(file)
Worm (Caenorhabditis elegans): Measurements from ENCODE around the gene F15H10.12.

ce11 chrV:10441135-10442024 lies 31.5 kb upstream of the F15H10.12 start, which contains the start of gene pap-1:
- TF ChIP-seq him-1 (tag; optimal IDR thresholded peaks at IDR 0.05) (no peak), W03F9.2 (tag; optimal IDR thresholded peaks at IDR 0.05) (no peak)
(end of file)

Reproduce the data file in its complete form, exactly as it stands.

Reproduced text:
Worm (Caenorhabditis elegans): Measurements from ENCODE around the gene F15H10.12.

ce11 chrV:10441135-10442024 lies 31.5 kb upstream of the F15H10.12 start, which contains the start of gene pap-1:
- TF ChIP-seq him-1 (tag; optimal IDR thresholded peaks at IDR 0.05) (no peak), W03F9.2 (tag; optimal IDR thresholded peaks at IDR 0.05) (no peak)